Former Chancellor Gerhard Schröder distances himself for the first time from Vladimir Putin


Russia has crossed borders “which should not be crossed,” said the ex-chancellor in an interview. He not only cites the annexation of Crimea as an example.

For the first time, the former Chancellor Gerhard Schröder (SPD) distanced himself significantly from Russian President Vladimir Putin with a view to the Russian annexation of the Ukrainian Crimean peninsula. In the magazine “Spiegel” Schröder said: “The annexation of Crimea was a clear breach of international law.” He continued to reject sanctions against Russia.

“I don’t think so, because I don’t see what they should achieve,” said Schröder to “Spiegel”. He expressed himself with conviction: “There will be no Russian president who pulls the Crimea out again.”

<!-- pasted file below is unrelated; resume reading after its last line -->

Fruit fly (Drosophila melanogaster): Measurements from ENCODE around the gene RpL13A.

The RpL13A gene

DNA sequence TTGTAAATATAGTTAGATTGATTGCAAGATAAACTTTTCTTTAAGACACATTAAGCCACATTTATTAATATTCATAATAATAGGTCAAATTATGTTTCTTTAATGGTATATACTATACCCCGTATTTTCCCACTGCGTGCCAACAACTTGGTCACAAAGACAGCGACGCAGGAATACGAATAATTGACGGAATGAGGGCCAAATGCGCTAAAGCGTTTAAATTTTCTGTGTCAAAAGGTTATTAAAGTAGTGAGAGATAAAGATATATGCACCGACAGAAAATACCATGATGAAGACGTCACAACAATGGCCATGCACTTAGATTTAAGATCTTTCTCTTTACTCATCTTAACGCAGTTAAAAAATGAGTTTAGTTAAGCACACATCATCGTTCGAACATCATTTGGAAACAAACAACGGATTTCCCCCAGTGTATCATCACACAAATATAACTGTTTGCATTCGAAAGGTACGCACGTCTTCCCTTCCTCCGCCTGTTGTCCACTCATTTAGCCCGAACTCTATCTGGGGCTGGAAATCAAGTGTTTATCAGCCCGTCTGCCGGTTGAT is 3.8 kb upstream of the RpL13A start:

Criticism of Russia’s ties to the AfD

Russia annexed Crimea in 2014. In other cases, too, the country has crossed borders “that should not be crossed,” said Schröder, who is on friendly terms with Putin. As an example, he also cited the “hacker attack on the Bundestag, among others,” for which Russia is held responsible.

The former Chancellor also criticized the Kremlin’s relationship with right-wing extremist parties such as the AfD. “I think that’s a mistake. I can’t understand it,” he emphasized.

Schröder is repeatedly criticized for his closeness to Putin. Kremlin critic Alexei Navalny criticized him in October 2020 as “Putin’s errand boy”. The former Federal Chancellor also holds a high position for the Gazprom Group, which is closely linked to the Russian state. In this context, like other Social Democrats, he is emphatically promoting the construction of the controversial Baltic Sea pipeline Nord Stream 2.

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